Advent 3 – The Usual Suspect

John 1:6-8, 19-28The Third Sunday of Advent – for Sunday, December 14, 2014

“This is John’s testimony when the Jewish leaders in Jerusalem sent priests and Levites to ask him, ‘Who are you?’” (John 1:19)

90_20_15---Three-Advent-Candles_webThis is John’s testimony when the Jewish leaders in Jerusalem sent priests and Levites to ask him, “Who are you?”
John confessed (he didn’t deny but confessed), “I’m not the Christ.”

 

When the “Who are you?” Gospel question is proclaimed from pulpits on Advent’s third Sunday, a few pew dwellers might quietly complain, “How come grouchy John is still hanging around when we’re this close to Christmas?”

Isn’t Advent preparing us for the birth of Mary’s child? And yet here’s a bit from John the Baptist, thirty odd years after Jesus was born, prattling on about who he was not.

Are you the Christ? Nope.
Are you Elijah? Nope.
Are you the prophet? Nope.

 So negative!

Who was John? Well (to extend the negativity), he also wasn’t much of a conversationalist.

However, in today’s preparation for Christmas, the writer of John’s Gospel—no relation to John the Baptizer, aka John the Nope-ster—did offer a powerful Advent question . . .

Who are you?

By this year’s Advent lectionary journey, the preacher hasn’t read any verses about, and the congregation hasn’t heard any hints of, the Christmas story’s usual suspects. There’s been no mention of the dreamer Joseph, the ever-faithful Mary, the devious Herod, the any-tax-is-a-good-tax Quirinius, the innkeeper who never appeared in scripture, the lowly shepherds, the abandoned sheep, the talking cattle, or the wise magi from the east. But even though none of the main or supporting human characters in the manger drama has yet been mentioned, all will eventually confront the same question. Indeed, all mortals do . . .

Who are you?

Better still is the more personal, and personally challenging, variation: Who am I? This query is the third Sunday of Advent’s pre-Christmas gift. Open it if you dare.

It is tempting to follow John’s lead and stay safely negative with the answers:

I am not faithful enough.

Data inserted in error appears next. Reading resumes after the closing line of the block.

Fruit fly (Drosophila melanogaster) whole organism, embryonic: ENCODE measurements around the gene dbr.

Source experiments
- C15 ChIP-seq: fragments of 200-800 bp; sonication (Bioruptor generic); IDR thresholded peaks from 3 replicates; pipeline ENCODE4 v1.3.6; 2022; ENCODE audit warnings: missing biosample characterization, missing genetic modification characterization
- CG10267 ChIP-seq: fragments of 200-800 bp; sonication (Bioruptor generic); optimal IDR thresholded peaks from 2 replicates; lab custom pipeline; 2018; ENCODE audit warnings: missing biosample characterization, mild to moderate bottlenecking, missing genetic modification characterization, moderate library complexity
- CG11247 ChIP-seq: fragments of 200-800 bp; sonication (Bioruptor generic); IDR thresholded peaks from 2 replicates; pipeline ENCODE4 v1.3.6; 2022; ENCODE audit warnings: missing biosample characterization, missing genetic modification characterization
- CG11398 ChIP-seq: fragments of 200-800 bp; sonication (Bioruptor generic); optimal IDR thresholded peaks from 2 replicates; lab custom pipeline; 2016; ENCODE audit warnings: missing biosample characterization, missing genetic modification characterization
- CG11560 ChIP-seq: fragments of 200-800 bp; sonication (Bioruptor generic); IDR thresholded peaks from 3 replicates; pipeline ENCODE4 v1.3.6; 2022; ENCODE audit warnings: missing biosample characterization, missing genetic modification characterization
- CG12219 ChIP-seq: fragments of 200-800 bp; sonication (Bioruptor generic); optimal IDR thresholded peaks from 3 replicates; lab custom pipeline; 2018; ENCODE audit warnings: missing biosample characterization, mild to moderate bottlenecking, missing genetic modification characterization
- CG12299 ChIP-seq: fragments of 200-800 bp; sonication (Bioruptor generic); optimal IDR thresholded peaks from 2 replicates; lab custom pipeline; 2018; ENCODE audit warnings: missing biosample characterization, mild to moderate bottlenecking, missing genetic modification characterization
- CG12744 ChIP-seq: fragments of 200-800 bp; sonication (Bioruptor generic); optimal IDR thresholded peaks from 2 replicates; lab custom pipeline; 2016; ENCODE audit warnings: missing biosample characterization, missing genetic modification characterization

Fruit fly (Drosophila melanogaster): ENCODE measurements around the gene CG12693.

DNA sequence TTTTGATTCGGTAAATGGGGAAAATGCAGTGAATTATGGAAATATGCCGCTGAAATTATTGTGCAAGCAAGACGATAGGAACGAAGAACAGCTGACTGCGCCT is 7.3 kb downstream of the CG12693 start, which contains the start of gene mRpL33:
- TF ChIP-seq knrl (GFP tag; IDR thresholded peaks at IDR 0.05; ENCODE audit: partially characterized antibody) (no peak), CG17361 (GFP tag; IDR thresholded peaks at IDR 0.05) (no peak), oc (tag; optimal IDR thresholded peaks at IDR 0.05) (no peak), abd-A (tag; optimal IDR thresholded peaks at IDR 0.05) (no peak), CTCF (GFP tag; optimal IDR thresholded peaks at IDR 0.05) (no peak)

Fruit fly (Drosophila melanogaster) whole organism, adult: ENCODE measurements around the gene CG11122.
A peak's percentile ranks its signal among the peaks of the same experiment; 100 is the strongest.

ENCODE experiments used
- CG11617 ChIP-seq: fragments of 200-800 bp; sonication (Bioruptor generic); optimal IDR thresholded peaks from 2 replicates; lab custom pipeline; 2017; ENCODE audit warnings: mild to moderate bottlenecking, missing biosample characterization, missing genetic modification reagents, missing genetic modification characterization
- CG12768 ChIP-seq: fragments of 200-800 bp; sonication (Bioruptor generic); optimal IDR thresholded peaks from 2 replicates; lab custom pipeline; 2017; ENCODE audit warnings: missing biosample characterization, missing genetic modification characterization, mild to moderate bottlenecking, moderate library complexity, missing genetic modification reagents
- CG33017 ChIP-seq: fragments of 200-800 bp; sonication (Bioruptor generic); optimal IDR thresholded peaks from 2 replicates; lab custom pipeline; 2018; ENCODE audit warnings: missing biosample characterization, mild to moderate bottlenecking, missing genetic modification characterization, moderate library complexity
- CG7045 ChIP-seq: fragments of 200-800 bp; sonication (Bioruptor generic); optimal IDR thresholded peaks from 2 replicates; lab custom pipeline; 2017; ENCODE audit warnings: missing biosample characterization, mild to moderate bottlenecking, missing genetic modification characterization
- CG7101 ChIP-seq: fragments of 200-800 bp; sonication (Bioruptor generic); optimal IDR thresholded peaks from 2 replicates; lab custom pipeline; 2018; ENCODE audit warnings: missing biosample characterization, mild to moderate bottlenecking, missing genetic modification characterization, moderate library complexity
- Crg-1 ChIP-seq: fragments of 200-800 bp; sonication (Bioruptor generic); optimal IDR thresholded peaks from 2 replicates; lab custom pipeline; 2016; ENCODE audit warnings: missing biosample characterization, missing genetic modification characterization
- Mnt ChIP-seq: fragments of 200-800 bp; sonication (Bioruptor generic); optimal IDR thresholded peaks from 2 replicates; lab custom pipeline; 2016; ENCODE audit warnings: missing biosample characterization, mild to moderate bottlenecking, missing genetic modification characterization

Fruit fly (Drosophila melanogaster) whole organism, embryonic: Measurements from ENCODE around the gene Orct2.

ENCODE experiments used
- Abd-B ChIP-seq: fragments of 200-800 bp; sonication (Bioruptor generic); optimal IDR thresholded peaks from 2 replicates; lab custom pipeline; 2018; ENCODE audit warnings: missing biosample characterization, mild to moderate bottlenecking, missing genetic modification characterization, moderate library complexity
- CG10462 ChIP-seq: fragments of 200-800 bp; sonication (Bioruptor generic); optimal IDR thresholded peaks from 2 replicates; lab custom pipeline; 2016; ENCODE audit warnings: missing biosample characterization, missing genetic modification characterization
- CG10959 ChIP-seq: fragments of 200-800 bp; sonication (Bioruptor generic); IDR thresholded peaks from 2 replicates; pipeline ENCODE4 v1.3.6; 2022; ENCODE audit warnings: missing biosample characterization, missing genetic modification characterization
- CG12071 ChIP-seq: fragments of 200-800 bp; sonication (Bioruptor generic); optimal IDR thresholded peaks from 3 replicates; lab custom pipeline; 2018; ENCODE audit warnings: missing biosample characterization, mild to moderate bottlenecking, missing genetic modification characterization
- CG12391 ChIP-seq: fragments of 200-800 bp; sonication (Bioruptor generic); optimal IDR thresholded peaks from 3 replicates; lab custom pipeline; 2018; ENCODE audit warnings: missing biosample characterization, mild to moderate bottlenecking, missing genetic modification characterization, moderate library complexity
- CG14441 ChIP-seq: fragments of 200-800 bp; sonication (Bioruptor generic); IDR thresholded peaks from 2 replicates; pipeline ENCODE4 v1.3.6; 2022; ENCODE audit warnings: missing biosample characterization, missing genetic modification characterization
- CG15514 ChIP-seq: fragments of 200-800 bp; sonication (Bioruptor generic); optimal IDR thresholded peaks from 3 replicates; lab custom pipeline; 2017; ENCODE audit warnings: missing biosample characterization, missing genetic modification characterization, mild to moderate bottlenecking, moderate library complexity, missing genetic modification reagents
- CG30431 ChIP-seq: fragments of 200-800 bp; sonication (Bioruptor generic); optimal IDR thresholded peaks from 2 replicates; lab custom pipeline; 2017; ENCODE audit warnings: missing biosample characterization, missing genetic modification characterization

I am not worthy enough.
I am not strong enough.
I am not . . .
 

After all, the modern Advent of Merry Consumerism reveals the worst in us. We are shell-shocked by shopping (or that we should be shopping and aren’t and feel guilty). We are bludgeoned by real and imagined obligations. Our ears are numbed with Rudolf’s red nose followed by angels we have heard on high while riding a one horse open sleigh and frolicking with Frosty the Snowman during a white Christmas as the little town of Bethlehem slumbers. Artificial holiday trees sprung up (so to speak) before the neighborhood kids tricked or treated at the door. There’s an office party looming and we’re assigned to go to Costco to get the cookies, even though no one ate them last year. The weather outside is frightful. We live in a place where it doesn’t snow and wish it did; we live in a place where we wish the snow would melt as soon as Christmas was over. The faux mistletoe hangs everywhere and has never proven helpful for kissing Santa, let alone anyone else we preferred to kiss.

We wear masks for the sake of…

Thus, we are cranky. For the sake of the kids (or the spouse, or the in-laws, or our friends, or our fellow pew-dwellers), we wear masks of happiness. This hallowed season is mostly hollow and we can’t wait to get to next year.

Open your Advent present. Who are you . . . Who am I?

Can the question John the Baptist was asked instead rattle us enough to birth honest answers? For Christ’s sake, will I—will you—be the one who is first to forgive? First to welcome the stranger? First to admit mistakes? First to not hold a grudge? First to share fears? First not to judge? First to say “No” to Merry Consumerism and “Yes” to Holy Hopes?

By this third Sunday of Advent, none of the Christmas tale’s usual suspects have arrived. Except for one. You. Me. We are called to keep stepping forward, and to individually answer the question—Who am I?—that will unmask our part (or our absence) in this ongoing story.

(Candles from here; mask image from here.)

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